So why a grid? And how does a grid – or the proposal of a grid, whether as purely a ‘project’ or as final built form – facilitate ‘urban resilience’ in a new Palestinian neighbourhood?

One argument for the grid is that the ‘gridded city’ is not a typology seen in Palestinian urbanism. Development here tends to be categorised by one of two things; either by informal, incremental development, often illegal, that by virtue of its address of the most pressing needs often results in poorly designed spaces, particular public spaces, on the scale of a neighbourhood or city; or by top-down super-development, as seen at both Rawabi (please see Ramallah and City building) and Israeli settlement-building, where the developers are not trusted – either because they often utilise the controversial mechanisms of ‘reparcelisation’ and ‘compensation’ that take land away from traditional family ownership, or in the case of the latter simply confiscate land for an occupying power.

The argument is that neither of the predominant models of development in Palestinian urbanism produce vital and enjoyable neighbourhoods, with well-designed public-realm, good quality and affordable housing, and a politically resilient and economically prosperous civil society. Proposing the ‘grid’, which proposes ‘connectivity’ in opposition to the easy control of the serpentine settlement-type developments, and designed formality is opposition to ad-hoc self-construction, is therefore simply about giving the IPCC another way to think about urbanism on the hilly terrain that categorises the area.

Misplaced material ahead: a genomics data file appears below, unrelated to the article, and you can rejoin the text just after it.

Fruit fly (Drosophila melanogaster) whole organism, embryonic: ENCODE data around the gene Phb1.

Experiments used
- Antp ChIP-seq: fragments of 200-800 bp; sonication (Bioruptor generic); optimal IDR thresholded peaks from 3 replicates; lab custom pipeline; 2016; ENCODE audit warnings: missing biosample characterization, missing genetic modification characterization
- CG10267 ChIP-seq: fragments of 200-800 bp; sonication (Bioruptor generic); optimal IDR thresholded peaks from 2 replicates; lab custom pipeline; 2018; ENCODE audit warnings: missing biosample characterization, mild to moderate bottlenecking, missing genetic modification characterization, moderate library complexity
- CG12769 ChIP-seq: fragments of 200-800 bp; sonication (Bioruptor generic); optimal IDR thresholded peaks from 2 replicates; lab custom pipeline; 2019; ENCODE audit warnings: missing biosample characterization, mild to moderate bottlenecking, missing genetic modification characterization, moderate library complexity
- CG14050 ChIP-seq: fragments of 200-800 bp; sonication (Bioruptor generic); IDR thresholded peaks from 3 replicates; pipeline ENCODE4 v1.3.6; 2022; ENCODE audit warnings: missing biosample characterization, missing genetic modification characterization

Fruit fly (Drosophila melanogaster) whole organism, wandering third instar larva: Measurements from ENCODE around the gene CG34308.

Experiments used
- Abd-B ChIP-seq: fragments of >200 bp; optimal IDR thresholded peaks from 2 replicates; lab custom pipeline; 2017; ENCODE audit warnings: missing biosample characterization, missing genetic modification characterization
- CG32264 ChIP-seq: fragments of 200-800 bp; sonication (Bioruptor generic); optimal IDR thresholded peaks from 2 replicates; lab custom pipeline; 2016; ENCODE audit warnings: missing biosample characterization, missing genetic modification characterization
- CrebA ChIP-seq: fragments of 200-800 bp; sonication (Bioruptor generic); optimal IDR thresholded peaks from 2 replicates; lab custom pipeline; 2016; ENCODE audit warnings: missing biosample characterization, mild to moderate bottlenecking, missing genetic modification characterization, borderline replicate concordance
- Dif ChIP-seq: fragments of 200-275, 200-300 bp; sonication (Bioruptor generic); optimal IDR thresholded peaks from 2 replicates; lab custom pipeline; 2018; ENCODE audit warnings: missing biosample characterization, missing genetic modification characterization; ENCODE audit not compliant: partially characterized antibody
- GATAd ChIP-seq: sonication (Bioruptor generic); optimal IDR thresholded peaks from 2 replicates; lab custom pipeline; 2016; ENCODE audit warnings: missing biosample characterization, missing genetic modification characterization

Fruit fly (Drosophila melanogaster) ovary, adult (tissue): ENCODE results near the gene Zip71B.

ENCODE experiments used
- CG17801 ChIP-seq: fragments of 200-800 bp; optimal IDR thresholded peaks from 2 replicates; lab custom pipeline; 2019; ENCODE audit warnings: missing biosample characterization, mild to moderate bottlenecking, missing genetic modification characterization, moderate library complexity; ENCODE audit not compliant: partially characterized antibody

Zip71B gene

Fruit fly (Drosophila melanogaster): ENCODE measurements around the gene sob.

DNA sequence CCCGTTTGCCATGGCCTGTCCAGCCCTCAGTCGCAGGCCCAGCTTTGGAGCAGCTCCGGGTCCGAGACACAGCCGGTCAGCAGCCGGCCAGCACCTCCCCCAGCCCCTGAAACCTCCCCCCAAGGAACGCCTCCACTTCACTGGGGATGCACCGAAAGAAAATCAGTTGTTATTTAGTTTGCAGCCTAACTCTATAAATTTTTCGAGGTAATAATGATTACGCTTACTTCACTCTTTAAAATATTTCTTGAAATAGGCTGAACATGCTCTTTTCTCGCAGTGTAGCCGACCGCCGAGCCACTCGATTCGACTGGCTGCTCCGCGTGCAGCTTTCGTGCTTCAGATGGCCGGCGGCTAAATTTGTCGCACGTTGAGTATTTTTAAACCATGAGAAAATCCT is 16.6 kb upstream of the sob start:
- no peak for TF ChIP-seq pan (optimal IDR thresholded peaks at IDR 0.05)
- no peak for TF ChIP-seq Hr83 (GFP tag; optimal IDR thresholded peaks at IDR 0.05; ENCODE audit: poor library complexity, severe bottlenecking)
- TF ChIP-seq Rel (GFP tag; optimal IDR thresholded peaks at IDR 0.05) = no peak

So this is what I am working on now. Building this ‘tool’ into the evolving armoury of the IPCC, which will include work done by other factions of the studio that I personally find more interesting, and believable.

After writing this, I’m off to arrange a group activity, a trip to Palestine’s second ever competitive football match on home soil, at the Faisal Al Husseini International Stadium in Al Ram. The game – against Thailand – is the second leg of a qualifying campaign for the London 2012 Olympic Games, in which the home side are 1-0 down on aggregate….it promises to be fantastic experience, and I’ll write at some point over the weekend.